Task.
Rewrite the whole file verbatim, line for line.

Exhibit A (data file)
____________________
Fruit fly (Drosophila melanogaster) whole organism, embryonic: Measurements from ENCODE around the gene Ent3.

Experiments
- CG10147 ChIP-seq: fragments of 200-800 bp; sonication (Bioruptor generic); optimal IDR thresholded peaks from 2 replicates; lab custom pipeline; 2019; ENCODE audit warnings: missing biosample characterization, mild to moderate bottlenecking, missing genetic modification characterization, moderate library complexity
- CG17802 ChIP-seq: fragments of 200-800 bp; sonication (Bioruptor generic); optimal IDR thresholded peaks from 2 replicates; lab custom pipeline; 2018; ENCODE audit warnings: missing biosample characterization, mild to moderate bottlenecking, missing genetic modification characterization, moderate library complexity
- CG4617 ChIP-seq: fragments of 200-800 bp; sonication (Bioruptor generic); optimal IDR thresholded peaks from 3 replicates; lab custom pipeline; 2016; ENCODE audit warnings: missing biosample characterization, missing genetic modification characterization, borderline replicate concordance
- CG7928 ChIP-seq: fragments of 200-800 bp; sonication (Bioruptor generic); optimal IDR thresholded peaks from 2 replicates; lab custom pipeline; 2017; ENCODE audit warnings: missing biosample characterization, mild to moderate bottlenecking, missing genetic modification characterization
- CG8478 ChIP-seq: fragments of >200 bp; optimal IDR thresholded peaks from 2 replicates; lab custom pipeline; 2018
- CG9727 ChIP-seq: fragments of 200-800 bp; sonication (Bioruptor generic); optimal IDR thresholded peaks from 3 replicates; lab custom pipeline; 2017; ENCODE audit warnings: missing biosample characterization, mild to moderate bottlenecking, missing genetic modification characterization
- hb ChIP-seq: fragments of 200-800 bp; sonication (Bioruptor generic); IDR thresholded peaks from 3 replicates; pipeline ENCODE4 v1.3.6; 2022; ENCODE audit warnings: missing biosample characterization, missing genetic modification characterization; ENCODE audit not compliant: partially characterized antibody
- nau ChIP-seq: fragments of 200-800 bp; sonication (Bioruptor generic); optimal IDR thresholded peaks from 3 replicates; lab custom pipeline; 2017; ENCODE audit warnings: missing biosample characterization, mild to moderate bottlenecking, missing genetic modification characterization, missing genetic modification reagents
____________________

Fruit fly (Drosophila melanogaster) whole organism, embryonic: Measurements from ENCODE around the gene Ent3.

Experiments
- CG10147 ChIP-seq: fragments of 200-800 bp; sonication (Bioruptor generic); optimal IDR thresholded peaks from 2 replicates; lab custom pipeline; 2019; ENCODE audit warnings: missing biosample characterization, mild to moderate bottlenecking, missing genetic modification characterization, moderate library complexity
- CG17802 ChIP-seq: fragments of 200-800 bp; sonication (Bioruptor generic); optimal IDR thresholded peaks from 2 replicates; lab custom pipeline; 2018; ENCODE audit warnings: missing biosample characterization, mild to moderate bottlenecking, missing genetic modification characterization, moderate library complexity
- CG4617 ChIP-seq: fragments of 200-800 bp; sonication (Bioruptor generic); optimal IDR thresholded peaks from 3 replicates; lab custom pipeline; 2016; ENCODE audit warnings: missing biosample characterization, missing genetic modification characterization, borderline replicate concordance
- CG7928 ChIP-seq: fragments of 200-800 bp; sonication (Bioruptor generic); optimal IDR thresholded peaks from 2 replicates; lab custom pipeline; 2017; ENCODE audit warnings: missing biosample characterization, mild to moderate bottlenecking, missing genetic modification characterization
- CG8478 ChIP-seq: fragments of >200 bp; optimal IDR thresholded peaks from 2 replicates; lab custom pipeline; 2018
- CG9727 ChIP-seq: fragments of 200-800 bp; sonication (Bioruptor generic); optimal IDR thresholded peaks from 3 replicates; lab custom pipeline; 2017; ENCODE audit warnings: missing biosample characterization, mild to moderate bottlenecking, missing genetic modification characterization
- hb ChIP-seq: fragments of 200-800 bp; sonication (Bioruptor generic); IDR thresholded peaks from 3 replicates; pipeline ENCODE4 v1.3.6; 2022; ENCODE audit warnings: missing biosample characterization, missing genetic modification characterization; ENCODE audit not compliant: partially characterized antibody
- nau ChIP-seq: fragments of 200-800 bp; sonication (Bioruptor generic); optimal IDR thresholded peaks from 3 replicates; lab custom pipeline; 2017; ENCODE audit warnings: missing biosample characterization, mild to moderate bottlenecking, missing genetic modification characterization, missing genetic modification reagents